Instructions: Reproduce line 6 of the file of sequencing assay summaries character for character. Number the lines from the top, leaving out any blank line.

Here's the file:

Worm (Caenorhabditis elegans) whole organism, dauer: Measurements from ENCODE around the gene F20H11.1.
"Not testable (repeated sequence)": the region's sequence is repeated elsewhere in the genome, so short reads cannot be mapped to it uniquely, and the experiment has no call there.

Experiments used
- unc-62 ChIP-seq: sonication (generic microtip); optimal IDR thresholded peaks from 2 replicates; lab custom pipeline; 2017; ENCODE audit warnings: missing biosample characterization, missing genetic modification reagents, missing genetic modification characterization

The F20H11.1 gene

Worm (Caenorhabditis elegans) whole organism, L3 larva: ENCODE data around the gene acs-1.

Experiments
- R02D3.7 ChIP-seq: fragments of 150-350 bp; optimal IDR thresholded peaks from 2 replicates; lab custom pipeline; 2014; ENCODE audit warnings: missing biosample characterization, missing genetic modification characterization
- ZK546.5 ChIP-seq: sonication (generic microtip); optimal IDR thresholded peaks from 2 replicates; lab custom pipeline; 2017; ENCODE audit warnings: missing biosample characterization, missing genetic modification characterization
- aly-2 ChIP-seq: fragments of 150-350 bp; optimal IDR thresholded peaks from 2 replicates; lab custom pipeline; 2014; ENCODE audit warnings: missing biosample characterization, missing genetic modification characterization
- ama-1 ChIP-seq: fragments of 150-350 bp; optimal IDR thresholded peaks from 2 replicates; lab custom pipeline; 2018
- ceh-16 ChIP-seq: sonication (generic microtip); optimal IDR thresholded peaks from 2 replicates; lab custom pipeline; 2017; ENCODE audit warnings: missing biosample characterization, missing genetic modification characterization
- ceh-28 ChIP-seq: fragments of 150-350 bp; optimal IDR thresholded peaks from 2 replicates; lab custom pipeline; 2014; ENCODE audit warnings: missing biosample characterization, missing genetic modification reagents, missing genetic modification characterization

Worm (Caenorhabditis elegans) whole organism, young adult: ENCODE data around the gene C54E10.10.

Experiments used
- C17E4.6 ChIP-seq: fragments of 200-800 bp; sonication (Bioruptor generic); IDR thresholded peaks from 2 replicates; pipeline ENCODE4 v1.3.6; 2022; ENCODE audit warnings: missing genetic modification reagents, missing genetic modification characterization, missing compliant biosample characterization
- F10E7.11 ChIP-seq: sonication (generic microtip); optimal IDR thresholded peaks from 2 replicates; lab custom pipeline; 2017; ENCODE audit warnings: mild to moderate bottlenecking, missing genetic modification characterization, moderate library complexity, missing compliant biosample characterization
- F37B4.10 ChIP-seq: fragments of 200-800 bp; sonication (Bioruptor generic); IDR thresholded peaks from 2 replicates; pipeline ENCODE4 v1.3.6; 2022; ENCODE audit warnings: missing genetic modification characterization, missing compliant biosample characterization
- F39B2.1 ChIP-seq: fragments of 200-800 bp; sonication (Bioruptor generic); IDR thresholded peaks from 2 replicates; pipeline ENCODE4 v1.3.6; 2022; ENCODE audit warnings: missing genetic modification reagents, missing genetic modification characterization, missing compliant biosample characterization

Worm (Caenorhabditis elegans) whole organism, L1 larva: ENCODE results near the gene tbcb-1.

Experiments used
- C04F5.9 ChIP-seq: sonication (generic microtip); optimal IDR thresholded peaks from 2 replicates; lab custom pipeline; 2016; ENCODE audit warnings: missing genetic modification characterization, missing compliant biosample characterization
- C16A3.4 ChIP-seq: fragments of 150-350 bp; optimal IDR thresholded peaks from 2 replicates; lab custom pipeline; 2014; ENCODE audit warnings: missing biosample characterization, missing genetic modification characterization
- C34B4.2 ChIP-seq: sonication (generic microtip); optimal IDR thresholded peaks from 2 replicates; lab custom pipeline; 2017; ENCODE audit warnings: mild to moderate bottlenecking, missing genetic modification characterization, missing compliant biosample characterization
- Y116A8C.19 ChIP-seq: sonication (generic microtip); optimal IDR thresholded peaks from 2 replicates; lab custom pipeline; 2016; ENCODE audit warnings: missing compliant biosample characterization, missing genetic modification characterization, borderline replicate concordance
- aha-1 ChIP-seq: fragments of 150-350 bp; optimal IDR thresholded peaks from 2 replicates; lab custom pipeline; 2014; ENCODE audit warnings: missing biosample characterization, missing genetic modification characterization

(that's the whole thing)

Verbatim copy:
Worm (Caenorhabditis elegans) whole organism, L3 larva: ENCODE data around the gene acs-1.